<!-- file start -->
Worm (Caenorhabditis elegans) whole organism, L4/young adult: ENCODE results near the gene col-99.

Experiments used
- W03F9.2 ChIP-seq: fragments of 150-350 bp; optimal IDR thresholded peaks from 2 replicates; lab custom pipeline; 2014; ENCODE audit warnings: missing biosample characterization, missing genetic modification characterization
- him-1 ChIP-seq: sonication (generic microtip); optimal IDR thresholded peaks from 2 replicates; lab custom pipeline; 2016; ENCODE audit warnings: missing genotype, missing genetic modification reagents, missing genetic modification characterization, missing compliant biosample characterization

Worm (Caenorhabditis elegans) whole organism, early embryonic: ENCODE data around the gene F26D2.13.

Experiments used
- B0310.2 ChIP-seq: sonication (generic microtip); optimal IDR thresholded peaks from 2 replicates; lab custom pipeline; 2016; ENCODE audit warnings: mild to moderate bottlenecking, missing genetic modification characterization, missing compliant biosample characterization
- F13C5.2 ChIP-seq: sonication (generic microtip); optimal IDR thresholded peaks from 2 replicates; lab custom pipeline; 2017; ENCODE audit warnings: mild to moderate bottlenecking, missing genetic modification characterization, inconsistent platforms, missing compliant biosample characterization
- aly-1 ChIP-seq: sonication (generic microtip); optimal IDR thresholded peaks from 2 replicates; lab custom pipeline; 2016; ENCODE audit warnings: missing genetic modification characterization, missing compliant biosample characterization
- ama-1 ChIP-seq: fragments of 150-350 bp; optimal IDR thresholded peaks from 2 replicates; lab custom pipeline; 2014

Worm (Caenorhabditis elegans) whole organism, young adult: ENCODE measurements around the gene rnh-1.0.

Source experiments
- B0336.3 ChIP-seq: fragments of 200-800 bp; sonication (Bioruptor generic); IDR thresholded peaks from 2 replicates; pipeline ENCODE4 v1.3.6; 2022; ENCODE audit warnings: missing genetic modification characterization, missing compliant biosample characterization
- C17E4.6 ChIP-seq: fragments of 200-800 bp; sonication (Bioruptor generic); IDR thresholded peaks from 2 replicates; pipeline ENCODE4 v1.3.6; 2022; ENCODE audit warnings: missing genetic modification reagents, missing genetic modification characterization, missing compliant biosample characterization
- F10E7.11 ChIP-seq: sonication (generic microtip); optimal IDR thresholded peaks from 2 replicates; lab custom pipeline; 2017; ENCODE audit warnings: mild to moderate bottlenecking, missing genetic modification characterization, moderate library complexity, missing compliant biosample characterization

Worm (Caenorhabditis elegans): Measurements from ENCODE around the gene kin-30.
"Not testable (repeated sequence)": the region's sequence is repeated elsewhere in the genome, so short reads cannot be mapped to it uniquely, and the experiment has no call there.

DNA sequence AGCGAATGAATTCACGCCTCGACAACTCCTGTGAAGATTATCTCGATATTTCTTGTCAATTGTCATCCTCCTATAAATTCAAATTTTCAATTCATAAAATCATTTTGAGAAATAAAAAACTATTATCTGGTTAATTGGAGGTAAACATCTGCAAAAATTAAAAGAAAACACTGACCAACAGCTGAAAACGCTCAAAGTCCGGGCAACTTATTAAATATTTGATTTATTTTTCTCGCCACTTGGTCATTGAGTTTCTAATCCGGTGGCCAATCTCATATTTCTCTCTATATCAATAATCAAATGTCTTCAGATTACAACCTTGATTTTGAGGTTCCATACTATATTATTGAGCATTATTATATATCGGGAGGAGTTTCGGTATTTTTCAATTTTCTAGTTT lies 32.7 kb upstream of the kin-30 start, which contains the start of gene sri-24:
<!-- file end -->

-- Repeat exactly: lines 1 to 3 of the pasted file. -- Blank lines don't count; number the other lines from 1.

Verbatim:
Worm (Caenorhabditis elegans) whole organism, L4/young adult: ENCODE results near the gene col-99.

Experiments used
- W03F9.2 ChIP-seq: fragments of 150-350 bp; optimal IDR thresholded peaks from 2 replicates; lab custom pipeline; 2014; ENCODE audit warnings: missing biosample characterization, missing genetic modification characterization